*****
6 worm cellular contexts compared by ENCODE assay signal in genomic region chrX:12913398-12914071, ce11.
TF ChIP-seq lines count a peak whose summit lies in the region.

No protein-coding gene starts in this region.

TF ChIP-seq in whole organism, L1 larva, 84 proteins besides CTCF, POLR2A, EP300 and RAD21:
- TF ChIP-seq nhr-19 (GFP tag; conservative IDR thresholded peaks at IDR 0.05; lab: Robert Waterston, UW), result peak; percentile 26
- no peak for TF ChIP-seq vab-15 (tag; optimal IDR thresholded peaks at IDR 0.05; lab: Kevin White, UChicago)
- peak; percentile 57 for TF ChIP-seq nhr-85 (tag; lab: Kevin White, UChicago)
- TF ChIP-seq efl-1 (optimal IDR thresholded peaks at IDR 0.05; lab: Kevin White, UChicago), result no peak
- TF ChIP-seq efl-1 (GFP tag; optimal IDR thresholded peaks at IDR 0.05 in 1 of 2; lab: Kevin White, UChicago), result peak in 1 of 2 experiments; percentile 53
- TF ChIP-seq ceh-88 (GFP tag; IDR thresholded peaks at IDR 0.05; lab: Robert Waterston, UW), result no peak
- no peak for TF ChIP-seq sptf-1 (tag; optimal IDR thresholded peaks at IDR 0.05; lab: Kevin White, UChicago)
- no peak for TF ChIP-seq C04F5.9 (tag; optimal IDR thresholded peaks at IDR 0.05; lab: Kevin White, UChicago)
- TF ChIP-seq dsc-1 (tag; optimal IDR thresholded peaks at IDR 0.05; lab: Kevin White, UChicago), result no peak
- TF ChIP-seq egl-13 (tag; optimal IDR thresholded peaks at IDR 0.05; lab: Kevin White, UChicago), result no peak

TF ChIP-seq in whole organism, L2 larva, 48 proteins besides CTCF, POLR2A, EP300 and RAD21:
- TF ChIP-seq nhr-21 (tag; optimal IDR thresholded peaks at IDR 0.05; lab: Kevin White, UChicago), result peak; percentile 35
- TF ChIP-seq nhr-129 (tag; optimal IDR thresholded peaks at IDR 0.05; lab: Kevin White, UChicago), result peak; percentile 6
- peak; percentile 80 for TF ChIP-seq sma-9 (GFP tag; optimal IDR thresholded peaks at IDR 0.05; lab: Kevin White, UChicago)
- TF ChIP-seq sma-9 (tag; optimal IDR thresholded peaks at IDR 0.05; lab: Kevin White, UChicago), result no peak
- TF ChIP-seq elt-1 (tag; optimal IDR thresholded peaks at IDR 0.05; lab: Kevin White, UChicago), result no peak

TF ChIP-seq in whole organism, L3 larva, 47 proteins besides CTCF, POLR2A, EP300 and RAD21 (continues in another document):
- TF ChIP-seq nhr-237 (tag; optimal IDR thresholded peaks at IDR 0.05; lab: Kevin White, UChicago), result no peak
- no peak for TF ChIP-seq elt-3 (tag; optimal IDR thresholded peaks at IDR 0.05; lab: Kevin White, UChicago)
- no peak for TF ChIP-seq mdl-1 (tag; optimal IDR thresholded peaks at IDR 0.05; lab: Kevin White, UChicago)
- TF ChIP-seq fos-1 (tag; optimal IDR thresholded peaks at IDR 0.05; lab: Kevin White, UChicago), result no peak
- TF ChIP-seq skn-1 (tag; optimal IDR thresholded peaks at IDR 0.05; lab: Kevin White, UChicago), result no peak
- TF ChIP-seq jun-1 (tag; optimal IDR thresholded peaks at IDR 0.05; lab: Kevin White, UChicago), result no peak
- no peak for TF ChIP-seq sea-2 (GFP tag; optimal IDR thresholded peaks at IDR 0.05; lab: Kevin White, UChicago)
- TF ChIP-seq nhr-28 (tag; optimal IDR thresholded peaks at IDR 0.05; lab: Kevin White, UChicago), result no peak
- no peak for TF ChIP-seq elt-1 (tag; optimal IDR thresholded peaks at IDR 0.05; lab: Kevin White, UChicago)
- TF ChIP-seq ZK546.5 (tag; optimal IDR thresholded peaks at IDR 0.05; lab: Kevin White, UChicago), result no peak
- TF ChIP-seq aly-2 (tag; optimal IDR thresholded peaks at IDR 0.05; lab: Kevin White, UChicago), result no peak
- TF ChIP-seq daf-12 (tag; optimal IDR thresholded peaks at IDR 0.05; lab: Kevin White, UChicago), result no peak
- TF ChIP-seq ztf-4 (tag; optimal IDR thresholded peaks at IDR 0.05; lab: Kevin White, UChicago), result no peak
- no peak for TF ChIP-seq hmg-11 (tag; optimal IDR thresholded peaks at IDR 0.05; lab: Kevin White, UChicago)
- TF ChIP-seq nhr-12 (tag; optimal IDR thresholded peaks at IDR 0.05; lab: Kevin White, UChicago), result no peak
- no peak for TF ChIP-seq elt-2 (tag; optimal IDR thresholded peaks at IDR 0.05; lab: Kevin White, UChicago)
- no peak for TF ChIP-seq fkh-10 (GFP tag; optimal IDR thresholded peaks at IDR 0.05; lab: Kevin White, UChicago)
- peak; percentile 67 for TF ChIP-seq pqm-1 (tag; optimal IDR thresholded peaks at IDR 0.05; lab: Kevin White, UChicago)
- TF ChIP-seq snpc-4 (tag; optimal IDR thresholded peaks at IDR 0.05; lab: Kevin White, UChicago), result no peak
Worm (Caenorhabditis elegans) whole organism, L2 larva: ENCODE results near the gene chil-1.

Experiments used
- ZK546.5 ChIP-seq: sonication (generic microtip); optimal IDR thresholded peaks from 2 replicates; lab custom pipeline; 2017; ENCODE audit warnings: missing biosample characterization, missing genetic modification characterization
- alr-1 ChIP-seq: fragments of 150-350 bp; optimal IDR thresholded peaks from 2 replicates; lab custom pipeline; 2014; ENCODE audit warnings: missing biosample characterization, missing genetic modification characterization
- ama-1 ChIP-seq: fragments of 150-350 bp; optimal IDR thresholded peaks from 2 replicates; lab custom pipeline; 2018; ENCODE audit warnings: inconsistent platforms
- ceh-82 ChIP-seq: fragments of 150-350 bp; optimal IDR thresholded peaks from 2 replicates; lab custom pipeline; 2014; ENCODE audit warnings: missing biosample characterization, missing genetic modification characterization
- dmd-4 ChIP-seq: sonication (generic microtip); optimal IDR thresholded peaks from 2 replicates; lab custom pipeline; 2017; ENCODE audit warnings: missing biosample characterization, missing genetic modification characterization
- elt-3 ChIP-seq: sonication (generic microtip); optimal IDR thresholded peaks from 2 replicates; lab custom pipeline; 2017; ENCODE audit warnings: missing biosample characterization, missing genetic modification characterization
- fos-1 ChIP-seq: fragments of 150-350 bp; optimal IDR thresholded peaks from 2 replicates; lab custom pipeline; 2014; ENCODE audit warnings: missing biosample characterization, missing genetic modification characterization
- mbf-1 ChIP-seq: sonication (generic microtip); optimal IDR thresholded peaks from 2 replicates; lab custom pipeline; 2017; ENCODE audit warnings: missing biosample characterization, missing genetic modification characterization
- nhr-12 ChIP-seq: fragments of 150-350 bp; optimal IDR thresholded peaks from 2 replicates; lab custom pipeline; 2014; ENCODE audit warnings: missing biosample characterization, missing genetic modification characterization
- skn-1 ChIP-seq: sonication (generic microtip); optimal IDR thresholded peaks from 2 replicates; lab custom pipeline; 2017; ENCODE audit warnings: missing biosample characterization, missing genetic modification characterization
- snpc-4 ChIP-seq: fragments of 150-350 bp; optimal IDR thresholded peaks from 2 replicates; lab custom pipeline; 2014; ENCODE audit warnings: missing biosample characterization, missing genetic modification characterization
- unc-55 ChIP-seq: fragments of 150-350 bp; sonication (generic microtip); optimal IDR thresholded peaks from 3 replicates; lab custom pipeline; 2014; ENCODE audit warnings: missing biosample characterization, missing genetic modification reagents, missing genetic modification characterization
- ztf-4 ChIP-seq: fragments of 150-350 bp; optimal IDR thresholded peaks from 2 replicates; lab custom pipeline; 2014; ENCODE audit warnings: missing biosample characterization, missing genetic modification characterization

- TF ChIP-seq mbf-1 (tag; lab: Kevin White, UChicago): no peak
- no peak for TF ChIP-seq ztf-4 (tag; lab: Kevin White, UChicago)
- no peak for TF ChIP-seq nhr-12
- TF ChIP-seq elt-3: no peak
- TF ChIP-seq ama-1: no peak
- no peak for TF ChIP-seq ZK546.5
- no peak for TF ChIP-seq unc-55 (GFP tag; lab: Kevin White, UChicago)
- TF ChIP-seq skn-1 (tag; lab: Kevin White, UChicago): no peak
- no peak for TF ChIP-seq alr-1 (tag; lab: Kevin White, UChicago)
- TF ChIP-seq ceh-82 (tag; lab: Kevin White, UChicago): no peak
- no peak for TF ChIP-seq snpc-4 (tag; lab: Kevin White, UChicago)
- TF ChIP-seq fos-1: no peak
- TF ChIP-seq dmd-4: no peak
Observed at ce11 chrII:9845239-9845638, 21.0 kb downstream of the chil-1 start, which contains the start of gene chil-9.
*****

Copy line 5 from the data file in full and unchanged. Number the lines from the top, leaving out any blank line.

- TF ChIP-seq nhr-19 (GFP tag; conservative IDR thresholded peaks at IDR 0.05; lab: Robert Waterston, UW), result peak; percentile 26